Resources Research

Making local sense of food, urban growth, population and energy

We are stifled by growth greed, our air reeks of carbon dioxide

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An image from the Atlas of Health and Climate, a joint publication by the World Meteorological Organization and the World Health Organization: “Human health is profoundly affected by weather and climate. Extreme weather events kill tens of thousands of people every year and undermine the physical and psychological health of millions. Droughts directly affect nutrition and the incidence of diseases associated with malnutrition. Floods and cyclones can trigger outbreaks of infectious diseases and damage hospitals and other health infrastructure, overwhelming health services just when they are needed most.”

The World Meteorological Organization has said that the amount of greenhouse gases in the atmosphere reached a new record high in 2011. Between 1990 and 2011 there was a 30% increase in what the climate scientists call “radiative forcing” – the warming effect on our climate – because of carbon dioxide (CO2) and other heat-trapping long-lived gases.

Since the start of the industrial era in 1750, according to the WMO’s 2011 Greenhouse Gas Bulletin, about 375 billion tonnes of carbon have been released into the atmosphere as CO2, most of this from fossil fuel combustion.

Our stifling (and that of the flora and fauna with which we share our Earth, and who are victims as much as we are) is taking place because about half of this CO2 remains in the atmosphere (the rest gets absorbed by the oceans and biospheres, usually forests – which are being cut down at a fearsome rate – around the world).

Do they learn and listen? Not at all, as this report in The Guardian has just explained. More than 1,000 coal-fired power plants are being planned worldwide, new research by the World Resources Institute has revealed. The huge planned expansion comes despite warnings – such as this one from the WMO – that the planet’s fast-rising carbon emissions must peak within a few years if runaway climate change is to be avoided. Coal plants are the most polluting of all power stations and the World Resources Institute identified 1,200 coal plants in planning across 59 countries, with about three-quarters in China and India. The capacity of the new plants add up to 1,400GW to global greenhouse gas emissions. India is planning 455 new plants compared to 363 in China.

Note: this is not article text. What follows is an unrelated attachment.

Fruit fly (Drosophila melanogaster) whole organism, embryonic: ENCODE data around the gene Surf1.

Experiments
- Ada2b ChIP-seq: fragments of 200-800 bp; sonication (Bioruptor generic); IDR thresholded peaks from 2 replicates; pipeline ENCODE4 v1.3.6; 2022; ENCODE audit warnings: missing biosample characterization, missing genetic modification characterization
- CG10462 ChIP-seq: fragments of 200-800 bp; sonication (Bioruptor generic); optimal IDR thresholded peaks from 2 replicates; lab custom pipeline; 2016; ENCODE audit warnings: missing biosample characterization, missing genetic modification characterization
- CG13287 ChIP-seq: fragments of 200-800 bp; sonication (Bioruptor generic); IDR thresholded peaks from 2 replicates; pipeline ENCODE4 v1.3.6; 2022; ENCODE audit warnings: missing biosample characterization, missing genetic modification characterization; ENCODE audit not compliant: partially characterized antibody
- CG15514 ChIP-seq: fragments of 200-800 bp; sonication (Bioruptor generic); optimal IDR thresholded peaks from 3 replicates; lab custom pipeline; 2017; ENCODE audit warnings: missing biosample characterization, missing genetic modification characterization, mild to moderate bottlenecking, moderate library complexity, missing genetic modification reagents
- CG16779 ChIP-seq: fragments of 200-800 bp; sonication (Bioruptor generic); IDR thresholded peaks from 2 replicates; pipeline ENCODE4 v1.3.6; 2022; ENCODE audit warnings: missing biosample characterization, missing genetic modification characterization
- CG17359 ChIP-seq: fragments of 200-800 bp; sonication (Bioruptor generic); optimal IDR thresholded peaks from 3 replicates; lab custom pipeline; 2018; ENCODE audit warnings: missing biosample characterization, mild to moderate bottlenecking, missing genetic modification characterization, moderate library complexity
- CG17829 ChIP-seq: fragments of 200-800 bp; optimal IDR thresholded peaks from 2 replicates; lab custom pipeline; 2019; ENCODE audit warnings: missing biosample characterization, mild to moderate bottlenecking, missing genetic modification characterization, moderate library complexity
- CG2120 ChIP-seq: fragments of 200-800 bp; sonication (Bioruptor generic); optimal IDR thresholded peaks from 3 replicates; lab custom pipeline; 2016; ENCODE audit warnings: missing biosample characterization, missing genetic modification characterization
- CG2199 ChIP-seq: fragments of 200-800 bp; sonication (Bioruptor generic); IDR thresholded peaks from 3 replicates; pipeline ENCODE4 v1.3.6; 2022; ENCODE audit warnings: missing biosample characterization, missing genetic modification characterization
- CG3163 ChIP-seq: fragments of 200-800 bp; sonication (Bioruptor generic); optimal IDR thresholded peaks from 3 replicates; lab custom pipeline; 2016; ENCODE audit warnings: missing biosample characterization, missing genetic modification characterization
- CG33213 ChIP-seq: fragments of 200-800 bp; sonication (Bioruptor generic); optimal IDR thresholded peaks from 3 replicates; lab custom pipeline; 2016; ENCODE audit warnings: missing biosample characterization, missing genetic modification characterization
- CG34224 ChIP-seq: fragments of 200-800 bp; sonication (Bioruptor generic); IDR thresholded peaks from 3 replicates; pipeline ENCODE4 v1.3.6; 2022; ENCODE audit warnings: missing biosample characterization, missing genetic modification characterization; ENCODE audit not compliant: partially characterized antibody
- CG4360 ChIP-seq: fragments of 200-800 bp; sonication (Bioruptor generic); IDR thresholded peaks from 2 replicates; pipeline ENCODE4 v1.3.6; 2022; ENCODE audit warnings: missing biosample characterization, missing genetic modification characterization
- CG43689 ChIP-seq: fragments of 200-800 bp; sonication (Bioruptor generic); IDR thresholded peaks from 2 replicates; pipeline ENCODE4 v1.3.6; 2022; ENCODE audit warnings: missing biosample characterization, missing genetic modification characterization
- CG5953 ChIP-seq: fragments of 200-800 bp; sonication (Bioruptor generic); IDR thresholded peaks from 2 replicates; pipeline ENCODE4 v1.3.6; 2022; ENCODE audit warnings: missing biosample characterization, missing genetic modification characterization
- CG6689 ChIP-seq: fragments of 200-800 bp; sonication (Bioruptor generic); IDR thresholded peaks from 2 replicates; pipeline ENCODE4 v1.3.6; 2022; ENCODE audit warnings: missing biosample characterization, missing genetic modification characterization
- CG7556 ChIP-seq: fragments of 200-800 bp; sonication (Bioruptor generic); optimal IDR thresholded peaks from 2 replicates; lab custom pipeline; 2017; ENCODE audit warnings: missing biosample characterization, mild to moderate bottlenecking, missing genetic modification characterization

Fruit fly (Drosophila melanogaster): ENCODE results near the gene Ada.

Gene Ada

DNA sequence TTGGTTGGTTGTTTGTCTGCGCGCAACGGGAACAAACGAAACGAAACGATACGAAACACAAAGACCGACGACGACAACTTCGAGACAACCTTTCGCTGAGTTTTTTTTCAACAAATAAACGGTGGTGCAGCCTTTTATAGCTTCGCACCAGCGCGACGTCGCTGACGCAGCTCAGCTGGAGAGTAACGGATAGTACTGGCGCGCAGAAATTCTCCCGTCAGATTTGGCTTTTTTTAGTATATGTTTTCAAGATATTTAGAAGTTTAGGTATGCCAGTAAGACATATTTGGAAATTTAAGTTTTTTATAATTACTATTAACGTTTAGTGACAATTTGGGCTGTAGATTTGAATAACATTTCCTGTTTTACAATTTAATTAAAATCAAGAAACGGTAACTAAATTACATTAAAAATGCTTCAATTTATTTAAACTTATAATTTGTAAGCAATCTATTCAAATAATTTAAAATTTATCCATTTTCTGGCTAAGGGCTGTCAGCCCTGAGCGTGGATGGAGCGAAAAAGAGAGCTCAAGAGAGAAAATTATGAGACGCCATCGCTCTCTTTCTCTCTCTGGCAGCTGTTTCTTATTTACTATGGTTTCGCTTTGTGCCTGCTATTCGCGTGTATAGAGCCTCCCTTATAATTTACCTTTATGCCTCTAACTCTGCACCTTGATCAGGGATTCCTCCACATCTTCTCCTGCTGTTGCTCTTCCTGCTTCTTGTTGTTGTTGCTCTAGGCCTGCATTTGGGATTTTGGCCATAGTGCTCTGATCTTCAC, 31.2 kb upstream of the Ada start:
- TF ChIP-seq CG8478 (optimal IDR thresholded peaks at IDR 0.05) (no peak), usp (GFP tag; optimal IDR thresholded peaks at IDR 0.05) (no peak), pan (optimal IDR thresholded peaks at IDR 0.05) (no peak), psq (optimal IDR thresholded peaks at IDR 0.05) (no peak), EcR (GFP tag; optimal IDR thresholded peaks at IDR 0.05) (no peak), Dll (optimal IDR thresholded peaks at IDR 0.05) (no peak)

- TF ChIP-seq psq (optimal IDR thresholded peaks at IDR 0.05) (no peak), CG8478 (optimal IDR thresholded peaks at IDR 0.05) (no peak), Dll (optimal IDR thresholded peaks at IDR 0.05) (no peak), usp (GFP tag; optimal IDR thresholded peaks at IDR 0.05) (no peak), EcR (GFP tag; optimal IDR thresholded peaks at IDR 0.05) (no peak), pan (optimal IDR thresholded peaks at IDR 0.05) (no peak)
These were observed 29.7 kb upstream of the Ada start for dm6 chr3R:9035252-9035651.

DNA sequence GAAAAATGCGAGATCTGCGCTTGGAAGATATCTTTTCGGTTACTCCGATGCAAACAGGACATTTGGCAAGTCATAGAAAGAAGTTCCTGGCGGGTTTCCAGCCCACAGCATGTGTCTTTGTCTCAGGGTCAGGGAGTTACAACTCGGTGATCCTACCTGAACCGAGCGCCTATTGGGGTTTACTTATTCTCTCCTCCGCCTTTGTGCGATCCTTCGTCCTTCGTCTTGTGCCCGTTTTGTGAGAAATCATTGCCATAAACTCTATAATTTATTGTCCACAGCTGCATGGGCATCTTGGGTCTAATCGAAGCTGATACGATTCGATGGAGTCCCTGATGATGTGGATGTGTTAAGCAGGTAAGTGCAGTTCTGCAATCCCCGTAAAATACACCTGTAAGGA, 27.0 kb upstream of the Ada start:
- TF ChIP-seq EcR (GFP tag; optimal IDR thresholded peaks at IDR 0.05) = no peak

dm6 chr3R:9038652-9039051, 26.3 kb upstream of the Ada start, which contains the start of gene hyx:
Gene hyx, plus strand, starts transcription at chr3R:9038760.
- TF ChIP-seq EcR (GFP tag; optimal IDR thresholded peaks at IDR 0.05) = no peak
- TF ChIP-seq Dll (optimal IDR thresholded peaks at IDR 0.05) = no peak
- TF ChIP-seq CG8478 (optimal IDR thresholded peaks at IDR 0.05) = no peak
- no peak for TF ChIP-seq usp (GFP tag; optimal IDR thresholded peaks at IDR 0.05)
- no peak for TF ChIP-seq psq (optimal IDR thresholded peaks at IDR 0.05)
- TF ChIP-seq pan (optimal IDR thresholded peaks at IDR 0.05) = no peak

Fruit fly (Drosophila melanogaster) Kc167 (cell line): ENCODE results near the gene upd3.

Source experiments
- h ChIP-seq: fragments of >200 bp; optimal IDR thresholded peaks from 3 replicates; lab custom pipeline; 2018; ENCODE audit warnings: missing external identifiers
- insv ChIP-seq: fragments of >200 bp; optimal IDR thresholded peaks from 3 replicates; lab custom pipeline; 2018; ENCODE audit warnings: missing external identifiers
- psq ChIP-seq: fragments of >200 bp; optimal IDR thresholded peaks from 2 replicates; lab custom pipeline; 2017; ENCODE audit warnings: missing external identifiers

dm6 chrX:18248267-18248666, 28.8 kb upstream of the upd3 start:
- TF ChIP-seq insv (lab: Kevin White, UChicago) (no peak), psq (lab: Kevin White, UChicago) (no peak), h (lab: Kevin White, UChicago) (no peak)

“These billions of tonnes of additional carbon dioxide in our atmosphere will remain there for centuries, causing our planet to warm further and impacting on all aspects of life on earth,” said WMO Secretary-General Michel Jarraud. “Future emissions will only compound the situation.”

This eighth WMO-Global Atmosphere Watch (GAW) Annual Bulletin reports on the atmospheric burdens and rates of change of the most important long-lived greenhouse gases (very unhelpfully acronymed as ‘LLGHGs’, which is rivalled perhaps in unwieldiness by ‘LULUCF’). These are carbon dioxide, methane, nitrous oxide, CFC-12 and CFC-11.

Radiative forcing, relative to 1750, of all the long-lived greenhouse gases. The NOAA Annual Greenhouse Gas Index (AGGI), which is indexed to 1 for the year 1990, is shown on the right axis. Chart: NOAA ESRL Global Monitoring Division

The three greenhouse gases we are most familiar with – carbon dioxide (CO2), methane (CH4)and nitrous oxide (N2O) – are closely linked to anthropogenic activities, and interact strongly with the biosphere and the oceans.

Predicting the evolution of the atmospheric content of greenhouse gases requires an understanding of their many sources, sinks and chemical transformations in the atmosphere. There we are helped by the NOAA’s (the USA’s National Oceanic and Atmospheric Administration) Annual Greenhouse Gas Indexin 2011 this index was 1.30, representing an increase in total radiative forcing by all long-lived greenhouse gases of 30% since 1990 and of 1.2% from 2010 to 2011. Read that again – more than one per cent from 2010 to 2011! What do the G20 governments and multinationals do not understand by these numbers? Are we to believe that the same people who design complex financial derivatives don’t get climate change math?

Written by makanaka

November 21, 2012 at 21:02

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